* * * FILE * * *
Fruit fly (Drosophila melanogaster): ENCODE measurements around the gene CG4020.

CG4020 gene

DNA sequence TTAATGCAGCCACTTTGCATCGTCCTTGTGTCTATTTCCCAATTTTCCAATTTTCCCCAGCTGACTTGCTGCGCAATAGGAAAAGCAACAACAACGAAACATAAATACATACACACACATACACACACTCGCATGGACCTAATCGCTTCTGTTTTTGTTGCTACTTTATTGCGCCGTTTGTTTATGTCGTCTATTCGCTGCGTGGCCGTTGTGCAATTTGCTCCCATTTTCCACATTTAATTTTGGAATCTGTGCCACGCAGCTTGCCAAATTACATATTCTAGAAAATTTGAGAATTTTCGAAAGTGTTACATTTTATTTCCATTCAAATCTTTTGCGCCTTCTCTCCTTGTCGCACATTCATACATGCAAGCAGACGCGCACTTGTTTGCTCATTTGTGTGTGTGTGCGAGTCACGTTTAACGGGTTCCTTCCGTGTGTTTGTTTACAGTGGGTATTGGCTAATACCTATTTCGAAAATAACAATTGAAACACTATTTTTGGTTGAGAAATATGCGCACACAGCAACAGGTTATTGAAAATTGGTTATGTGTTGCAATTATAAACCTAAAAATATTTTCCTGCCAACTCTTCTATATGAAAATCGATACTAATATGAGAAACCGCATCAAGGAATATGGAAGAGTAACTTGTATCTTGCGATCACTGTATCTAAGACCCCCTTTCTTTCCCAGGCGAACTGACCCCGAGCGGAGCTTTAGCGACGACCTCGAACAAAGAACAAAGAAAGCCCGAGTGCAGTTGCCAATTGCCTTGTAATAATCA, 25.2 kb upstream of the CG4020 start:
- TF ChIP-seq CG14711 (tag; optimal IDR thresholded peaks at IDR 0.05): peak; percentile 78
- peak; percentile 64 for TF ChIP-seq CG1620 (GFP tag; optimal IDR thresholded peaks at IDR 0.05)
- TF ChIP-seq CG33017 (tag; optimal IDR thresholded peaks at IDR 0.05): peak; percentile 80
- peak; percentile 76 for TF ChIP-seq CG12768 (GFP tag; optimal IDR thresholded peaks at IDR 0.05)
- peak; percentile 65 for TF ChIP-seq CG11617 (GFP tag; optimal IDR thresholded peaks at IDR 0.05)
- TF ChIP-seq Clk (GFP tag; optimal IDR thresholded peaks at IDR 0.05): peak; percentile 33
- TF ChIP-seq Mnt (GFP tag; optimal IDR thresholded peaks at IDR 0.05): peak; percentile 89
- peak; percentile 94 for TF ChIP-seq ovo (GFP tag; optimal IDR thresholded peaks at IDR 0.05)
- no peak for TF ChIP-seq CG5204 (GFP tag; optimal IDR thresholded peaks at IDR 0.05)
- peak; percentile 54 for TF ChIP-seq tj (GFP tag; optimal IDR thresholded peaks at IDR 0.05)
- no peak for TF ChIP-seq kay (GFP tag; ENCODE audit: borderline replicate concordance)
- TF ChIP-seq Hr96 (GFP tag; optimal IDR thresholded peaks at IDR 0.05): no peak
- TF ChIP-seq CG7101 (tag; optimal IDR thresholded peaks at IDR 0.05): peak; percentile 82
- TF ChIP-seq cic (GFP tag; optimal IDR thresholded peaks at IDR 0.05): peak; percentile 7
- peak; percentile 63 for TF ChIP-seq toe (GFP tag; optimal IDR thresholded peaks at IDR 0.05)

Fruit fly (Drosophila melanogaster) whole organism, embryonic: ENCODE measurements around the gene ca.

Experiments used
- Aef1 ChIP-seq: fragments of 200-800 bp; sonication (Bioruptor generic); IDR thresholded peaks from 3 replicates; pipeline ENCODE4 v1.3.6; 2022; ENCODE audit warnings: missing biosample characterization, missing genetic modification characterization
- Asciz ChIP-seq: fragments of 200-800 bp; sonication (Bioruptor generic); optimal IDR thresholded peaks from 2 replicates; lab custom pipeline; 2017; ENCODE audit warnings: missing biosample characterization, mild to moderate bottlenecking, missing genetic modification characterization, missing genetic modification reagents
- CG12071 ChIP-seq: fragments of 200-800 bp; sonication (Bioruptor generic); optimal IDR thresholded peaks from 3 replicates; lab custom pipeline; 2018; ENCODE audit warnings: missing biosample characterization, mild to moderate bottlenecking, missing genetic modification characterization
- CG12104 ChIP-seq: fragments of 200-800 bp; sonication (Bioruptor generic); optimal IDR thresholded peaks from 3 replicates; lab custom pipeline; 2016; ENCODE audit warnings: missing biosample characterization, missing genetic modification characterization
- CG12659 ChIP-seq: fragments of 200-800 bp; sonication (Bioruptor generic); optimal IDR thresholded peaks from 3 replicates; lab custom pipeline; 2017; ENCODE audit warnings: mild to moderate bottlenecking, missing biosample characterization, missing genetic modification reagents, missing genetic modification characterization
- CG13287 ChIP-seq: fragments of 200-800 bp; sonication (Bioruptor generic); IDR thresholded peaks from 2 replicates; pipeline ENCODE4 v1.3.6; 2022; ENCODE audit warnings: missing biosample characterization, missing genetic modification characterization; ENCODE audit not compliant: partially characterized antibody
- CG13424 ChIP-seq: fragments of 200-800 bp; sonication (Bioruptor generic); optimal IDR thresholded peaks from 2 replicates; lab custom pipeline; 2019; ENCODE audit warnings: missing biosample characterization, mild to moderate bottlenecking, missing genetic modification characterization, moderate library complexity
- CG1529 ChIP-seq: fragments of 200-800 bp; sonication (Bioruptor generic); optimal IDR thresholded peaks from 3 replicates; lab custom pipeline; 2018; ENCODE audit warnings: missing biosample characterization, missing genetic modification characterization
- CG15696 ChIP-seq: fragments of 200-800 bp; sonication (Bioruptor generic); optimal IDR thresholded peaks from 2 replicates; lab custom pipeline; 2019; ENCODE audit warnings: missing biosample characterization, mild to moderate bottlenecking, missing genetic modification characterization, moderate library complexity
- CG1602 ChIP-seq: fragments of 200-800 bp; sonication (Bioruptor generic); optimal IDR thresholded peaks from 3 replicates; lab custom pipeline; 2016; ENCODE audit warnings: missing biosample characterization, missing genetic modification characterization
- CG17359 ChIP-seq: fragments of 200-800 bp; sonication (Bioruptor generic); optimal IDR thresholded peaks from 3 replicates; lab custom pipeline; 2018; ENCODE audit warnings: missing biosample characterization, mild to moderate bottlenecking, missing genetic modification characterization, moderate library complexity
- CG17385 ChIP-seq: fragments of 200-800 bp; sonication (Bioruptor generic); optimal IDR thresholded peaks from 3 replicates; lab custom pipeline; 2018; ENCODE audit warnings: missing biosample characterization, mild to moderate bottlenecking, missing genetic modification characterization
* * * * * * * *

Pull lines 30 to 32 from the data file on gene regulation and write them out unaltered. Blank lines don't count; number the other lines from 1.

- CG1602 ChIP-seq: fragments of 200-800 bp; sonication (Bioruptor generic); optimal IDR thresholded peaks from 3 replicates; lab custom pipeline; 2016; ENCODE audit warnings: missing biosample characterization, missing genetic modification characterization
- CG17359 ChIP-seq: fragments of 200-800 bp; sonication (Bioruptor generic); optimal IDR thresholded peaks from 3 replicates; lab custom pipeline; 2018; ENCODE audit warnings: missing biosample characterization, mild to moderate bottlenecking, missing genetic modification characterization, moderate library complexity
- CG17385 ChIP-seq: fragments of 200-800 bp; sonication (Bioruptor generic); optimal IDR thresholded peaks from 3 replicates; lab custom pipeline; 2018; ENCODE audit warnings: missing biosample characterization, mild to moderate bottlenecking, missing genetic modification characterization